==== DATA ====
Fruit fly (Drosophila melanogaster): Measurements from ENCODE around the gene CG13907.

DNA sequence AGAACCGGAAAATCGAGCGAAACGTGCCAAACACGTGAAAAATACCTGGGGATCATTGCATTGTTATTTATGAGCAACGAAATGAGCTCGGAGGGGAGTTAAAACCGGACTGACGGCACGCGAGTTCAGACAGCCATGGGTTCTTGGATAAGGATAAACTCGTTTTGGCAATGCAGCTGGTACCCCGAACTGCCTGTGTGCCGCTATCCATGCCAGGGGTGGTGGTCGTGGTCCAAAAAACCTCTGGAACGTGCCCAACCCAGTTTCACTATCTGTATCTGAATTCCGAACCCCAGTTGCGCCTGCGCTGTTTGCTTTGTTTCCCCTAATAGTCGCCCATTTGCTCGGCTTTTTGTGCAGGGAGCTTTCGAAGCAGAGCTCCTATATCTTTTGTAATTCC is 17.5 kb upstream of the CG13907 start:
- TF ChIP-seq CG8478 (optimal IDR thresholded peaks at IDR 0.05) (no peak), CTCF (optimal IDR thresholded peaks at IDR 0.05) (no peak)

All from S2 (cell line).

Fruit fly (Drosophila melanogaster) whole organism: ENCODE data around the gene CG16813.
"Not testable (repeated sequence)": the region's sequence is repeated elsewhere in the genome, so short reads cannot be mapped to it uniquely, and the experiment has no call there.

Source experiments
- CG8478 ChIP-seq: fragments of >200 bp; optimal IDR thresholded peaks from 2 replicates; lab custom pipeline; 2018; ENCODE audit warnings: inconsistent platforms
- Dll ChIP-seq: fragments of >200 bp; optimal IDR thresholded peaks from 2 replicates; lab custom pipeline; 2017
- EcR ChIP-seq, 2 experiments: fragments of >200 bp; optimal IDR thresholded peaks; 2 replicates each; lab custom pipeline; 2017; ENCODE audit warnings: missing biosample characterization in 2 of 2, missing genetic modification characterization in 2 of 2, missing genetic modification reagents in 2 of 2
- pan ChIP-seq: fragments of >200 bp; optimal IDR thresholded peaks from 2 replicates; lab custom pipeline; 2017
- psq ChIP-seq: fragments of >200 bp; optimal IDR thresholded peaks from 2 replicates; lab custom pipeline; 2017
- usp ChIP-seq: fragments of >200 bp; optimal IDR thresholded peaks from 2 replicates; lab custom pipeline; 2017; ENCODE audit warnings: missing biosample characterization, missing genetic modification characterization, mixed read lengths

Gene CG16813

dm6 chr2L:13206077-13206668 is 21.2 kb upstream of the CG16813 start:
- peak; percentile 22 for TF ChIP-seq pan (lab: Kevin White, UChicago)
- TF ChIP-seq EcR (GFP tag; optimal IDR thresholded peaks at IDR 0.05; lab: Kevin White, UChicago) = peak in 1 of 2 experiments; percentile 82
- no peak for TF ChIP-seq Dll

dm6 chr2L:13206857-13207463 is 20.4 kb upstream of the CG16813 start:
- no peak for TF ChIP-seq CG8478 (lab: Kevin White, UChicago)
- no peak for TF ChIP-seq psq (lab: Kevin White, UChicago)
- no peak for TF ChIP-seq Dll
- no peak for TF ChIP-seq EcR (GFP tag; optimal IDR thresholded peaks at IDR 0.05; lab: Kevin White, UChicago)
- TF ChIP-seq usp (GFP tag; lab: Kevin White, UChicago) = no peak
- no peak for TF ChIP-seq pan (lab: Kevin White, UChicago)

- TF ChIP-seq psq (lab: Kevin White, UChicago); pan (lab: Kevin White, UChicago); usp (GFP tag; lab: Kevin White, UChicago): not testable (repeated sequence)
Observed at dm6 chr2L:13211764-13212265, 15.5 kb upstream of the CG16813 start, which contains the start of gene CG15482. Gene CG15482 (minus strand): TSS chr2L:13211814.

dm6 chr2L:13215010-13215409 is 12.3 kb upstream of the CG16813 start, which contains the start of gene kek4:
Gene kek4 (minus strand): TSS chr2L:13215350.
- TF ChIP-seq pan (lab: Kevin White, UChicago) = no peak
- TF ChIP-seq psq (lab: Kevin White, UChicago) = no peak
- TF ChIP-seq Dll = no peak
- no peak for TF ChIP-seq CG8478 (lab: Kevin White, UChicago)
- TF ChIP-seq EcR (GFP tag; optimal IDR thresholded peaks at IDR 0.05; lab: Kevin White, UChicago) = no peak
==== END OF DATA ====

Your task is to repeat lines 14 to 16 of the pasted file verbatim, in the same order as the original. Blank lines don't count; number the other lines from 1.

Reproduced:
Gene CG16813

dm6 chr2L:13206077-13206668 is 21.2 kb upstream of the CG16813 start:
- peak; percentile 22 for TF ChIP-seq pan (lab: Kevin White, UChicago)